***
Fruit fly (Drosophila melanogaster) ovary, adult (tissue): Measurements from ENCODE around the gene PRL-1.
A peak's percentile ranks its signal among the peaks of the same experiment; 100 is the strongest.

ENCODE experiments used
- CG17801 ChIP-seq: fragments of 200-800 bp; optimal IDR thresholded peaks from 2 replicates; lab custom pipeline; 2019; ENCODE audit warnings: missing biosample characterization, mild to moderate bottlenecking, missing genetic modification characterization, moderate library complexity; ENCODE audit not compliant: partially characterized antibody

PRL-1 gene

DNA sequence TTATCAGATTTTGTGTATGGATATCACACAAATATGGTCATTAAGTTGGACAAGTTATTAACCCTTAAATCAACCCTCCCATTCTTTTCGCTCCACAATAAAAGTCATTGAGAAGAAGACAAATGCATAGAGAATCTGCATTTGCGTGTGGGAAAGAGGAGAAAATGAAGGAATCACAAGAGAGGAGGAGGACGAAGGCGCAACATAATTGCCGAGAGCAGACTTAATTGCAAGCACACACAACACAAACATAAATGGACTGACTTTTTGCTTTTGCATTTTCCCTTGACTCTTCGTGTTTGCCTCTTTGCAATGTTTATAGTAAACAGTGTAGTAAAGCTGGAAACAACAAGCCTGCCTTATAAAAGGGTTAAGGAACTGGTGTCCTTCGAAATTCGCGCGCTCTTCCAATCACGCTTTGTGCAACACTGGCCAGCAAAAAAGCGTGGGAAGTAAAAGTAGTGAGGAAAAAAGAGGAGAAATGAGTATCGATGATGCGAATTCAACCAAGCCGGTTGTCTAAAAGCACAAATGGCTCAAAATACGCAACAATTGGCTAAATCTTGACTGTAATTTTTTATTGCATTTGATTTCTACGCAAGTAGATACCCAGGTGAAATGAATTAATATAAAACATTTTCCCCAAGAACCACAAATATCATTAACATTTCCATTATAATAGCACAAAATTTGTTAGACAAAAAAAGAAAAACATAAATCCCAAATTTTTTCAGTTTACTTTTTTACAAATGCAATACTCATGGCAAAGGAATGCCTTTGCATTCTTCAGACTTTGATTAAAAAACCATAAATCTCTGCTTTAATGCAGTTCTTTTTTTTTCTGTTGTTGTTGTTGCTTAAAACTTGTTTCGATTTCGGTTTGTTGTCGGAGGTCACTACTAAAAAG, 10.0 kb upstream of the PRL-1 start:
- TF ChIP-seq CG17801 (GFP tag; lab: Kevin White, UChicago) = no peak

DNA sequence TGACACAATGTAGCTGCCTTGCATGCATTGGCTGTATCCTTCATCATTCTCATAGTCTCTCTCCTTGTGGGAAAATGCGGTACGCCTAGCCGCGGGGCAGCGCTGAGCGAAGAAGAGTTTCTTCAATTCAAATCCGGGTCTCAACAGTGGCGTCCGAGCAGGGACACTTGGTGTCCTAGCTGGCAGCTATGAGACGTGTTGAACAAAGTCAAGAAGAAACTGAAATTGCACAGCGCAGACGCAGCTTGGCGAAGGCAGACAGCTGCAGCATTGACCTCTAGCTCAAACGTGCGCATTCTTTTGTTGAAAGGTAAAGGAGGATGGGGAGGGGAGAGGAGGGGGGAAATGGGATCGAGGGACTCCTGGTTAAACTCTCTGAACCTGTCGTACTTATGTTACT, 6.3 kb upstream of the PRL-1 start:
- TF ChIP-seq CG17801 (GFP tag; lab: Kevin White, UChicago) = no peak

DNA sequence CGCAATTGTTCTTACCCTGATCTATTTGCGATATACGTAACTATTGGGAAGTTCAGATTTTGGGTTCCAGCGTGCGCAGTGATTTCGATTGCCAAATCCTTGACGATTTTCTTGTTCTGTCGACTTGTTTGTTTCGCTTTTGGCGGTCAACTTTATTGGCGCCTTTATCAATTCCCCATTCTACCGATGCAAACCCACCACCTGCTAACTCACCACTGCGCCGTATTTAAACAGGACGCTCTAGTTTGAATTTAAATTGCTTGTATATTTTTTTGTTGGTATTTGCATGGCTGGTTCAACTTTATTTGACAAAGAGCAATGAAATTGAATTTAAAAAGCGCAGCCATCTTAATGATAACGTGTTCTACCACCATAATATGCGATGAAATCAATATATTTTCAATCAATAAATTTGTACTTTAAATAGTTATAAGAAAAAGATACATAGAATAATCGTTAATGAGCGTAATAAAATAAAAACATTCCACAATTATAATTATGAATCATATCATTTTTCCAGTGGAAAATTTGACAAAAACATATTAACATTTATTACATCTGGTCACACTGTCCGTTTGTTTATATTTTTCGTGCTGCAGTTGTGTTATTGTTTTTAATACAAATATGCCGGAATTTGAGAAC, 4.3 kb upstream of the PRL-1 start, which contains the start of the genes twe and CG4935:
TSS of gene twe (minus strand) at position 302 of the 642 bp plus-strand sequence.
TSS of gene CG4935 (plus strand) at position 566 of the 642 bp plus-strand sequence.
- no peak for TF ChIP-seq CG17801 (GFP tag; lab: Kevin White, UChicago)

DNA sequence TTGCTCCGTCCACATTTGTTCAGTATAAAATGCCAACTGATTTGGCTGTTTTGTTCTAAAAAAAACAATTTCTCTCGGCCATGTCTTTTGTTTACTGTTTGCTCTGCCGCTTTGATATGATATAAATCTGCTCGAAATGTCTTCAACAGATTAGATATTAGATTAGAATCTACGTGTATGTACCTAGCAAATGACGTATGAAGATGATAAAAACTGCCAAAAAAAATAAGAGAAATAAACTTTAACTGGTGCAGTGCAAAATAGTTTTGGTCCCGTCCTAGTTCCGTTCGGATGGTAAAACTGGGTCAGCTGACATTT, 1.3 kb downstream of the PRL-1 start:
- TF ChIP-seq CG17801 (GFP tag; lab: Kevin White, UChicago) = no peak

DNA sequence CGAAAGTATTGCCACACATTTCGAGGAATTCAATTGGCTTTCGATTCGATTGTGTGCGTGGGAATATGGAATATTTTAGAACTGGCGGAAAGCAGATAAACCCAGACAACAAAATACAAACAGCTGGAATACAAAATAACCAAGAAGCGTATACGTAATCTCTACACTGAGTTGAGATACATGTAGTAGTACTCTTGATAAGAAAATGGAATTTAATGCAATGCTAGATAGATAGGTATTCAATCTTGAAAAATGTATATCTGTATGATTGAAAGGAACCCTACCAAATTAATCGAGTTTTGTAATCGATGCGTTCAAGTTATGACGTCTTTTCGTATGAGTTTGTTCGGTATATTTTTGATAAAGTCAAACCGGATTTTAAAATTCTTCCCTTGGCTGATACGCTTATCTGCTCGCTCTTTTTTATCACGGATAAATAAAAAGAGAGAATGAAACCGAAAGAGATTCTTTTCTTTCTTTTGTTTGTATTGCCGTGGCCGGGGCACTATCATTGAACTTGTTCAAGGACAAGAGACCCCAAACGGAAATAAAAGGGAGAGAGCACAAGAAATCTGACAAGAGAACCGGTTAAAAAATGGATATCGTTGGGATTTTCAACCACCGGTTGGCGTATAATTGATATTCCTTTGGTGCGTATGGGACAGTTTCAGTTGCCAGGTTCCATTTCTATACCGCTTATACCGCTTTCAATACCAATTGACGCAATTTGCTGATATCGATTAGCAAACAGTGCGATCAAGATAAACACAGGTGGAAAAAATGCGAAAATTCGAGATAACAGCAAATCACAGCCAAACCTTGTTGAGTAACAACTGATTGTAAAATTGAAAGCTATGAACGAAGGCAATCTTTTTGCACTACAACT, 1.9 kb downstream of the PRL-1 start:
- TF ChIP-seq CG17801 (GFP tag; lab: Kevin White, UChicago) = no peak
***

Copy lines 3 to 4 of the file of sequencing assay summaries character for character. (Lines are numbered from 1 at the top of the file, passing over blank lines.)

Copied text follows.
ENCODE experiments used
- CG17801 ChIP-seq: fragments of 200-800 bp; optimal IDR thresholded peaks from 2 replicates; lab custom pipeline; 2019; ENCODE audit warnings: missing biosample characterization, mild to moderate bottlenecking, missing genetic modification characterization, moderate library complexity; ENCODE audit not compliant: partially characterized antibody